Marks and Spencer website leaks customers' details - BBC News. Image copyright Marks and Spencer A fault with Marks and Spencer's website allowed customers to see each others' details when they logged into their own accounts.
The British retailer suspended its site for two hours on Tuesday night to fix the problem. It said the glitch was the result of an internal error, rather than of an external hack attack. It added that its customers' full credit card details were not among the exposed information. However, personal data, including names, dates of birth, contacts and previous orders were shown. One user told the BBC he had seen another person's account details when he tried to register a store loyalty card. "It accepted my registration but then told me i had 9,000 sparks points which i thought was a bit odd," said Mark Hill.
BP profits hit by lower oil and gas prices - BBC News. Image copyright AFP Oil giant BP has reported a fall in profits due to lower oil and gas prices.
Replacement cost profit between July and September was $1.23bn (£802m), compared with $2.38bn a year earlier. Total revenue was $55.9bn against $94.8bn a year ago. The oil price dipped below $50 a barrel in the quarter, while it was above $100 for much of the same period last year. Prices have dropped due to oversupply and weaker demand. On an underlying basis, profit for the third quarter was $1.8bn, down from $3bn a year earlier but higher than analysts' estimates of $1.2bn. Replacement cost profit is a standard measure used in the oil industry that takes into account the price of oil. Morrisons to be sued by 2,000 staff - BBC News. Image copyright Getty Images More than 2,000 staff at Morrisons are to sue the supermarket chain after some of their personal and financial details were posted online.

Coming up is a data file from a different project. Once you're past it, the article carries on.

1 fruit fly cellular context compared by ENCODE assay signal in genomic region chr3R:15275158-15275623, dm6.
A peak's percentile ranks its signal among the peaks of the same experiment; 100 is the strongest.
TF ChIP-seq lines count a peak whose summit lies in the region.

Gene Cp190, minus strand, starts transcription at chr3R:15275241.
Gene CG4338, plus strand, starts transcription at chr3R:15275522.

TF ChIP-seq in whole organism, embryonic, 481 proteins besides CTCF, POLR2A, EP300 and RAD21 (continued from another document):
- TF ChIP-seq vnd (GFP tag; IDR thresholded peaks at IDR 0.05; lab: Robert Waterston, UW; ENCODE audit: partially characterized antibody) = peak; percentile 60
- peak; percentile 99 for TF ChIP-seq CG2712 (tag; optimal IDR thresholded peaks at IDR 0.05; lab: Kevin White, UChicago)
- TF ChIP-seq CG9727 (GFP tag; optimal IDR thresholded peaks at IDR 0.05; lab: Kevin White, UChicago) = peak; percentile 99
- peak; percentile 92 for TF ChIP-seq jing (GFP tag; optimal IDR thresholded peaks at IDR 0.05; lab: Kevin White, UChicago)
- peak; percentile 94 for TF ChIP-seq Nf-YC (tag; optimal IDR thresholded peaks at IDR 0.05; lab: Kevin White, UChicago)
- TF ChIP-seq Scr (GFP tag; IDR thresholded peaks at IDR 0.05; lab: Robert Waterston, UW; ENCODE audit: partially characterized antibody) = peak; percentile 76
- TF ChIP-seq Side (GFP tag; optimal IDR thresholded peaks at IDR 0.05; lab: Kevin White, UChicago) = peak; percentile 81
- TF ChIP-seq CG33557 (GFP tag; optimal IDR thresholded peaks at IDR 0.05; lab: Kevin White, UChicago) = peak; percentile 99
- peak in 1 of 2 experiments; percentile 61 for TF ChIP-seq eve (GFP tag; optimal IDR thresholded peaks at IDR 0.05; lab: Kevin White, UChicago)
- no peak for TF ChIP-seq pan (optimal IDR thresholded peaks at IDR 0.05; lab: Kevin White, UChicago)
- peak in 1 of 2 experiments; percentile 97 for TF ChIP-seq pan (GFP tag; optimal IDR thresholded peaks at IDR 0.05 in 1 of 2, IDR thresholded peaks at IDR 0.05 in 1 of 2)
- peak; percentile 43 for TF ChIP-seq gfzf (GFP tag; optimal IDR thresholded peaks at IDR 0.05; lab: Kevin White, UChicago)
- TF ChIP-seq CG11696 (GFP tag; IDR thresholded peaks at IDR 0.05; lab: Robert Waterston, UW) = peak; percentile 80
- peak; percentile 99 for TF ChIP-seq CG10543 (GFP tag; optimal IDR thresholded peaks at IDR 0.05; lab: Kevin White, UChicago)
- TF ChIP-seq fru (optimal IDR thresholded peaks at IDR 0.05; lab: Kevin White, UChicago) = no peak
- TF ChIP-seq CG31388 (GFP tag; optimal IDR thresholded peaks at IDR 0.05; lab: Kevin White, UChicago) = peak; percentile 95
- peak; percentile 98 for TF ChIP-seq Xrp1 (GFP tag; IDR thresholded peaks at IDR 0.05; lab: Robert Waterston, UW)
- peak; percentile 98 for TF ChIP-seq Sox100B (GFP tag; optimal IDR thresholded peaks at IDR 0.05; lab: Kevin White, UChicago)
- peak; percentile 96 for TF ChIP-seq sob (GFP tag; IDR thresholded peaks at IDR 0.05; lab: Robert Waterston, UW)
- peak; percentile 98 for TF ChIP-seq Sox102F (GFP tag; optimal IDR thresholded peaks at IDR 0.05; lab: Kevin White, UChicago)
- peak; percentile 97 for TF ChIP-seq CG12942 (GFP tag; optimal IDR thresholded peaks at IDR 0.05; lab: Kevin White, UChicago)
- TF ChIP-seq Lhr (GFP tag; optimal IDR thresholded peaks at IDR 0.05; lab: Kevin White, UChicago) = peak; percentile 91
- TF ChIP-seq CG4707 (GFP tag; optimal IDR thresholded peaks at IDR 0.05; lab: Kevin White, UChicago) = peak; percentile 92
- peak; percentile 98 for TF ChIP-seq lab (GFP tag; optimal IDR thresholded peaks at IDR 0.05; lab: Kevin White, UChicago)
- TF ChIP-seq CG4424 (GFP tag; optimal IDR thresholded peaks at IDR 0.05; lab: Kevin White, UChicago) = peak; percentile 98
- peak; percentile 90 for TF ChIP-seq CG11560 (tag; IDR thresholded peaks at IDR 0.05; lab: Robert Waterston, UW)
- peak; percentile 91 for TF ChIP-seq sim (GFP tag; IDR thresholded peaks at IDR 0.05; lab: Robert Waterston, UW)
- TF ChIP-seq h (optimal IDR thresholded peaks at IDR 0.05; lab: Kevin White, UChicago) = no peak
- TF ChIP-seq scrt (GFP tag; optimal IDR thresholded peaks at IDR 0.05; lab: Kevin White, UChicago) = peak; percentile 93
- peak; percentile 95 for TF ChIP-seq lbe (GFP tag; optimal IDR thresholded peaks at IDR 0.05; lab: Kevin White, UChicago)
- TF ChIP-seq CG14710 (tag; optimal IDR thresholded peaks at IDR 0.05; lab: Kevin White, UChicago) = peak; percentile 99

The leak happened when a company auditor uploaded details of almost 100,000 staff to various file-sharing websites in 2013. The auditor, Andrew Skelton, was sentenced to eight years in jail for deliberately leaking the details. Now staff are arguing Morrisons should have done more to protect their data. UK unemployment rate falls to seven-year low of 5.4% - BBC News. Image copyright Getty Images The UK unemployment rate fell to a seven-year low of 5.4% in the three months to August, figures have shown.
It was the lowest jobless rate since the second quarter of 2008, the Office for National Statistics said. The number of people out of work was 1.77 million between June and August, down 79,000 from the previous quarter. UK inflation rate turns negative again - BBC News. Image copyright Getty Images Inflation as measured by the Consumer Prices Index fell to -0.1% in September, official figures have shown.